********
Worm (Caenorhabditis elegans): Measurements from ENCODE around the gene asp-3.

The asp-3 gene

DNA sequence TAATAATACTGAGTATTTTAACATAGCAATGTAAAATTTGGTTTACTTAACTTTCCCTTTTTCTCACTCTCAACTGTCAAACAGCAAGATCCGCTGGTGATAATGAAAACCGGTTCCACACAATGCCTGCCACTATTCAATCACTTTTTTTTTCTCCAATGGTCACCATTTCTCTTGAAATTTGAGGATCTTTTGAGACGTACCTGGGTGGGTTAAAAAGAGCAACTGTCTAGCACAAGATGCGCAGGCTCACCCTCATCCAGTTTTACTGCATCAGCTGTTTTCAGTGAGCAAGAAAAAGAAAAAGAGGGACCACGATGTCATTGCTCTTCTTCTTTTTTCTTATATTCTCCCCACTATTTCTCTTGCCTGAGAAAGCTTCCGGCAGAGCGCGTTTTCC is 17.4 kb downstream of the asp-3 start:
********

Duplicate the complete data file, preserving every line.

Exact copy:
Worm (Caenorhabditis elegans): Measurements from ENCODE around the gene asp-3.

The asp-3 gene

DNA sequence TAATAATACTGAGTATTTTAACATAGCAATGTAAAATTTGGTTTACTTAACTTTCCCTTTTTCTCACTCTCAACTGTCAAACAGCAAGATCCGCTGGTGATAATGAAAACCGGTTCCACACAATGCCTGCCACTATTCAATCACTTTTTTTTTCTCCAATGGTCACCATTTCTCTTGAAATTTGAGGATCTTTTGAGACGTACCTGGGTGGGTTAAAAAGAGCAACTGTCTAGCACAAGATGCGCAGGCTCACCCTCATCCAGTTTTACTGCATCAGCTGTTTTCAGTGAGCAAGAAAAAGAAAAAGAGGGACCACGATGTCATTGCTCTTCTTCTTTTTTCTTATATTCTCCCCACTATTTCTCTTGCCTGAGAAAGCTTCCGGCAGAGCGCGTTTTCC is 17.4 kb downstream of the asp-3 start: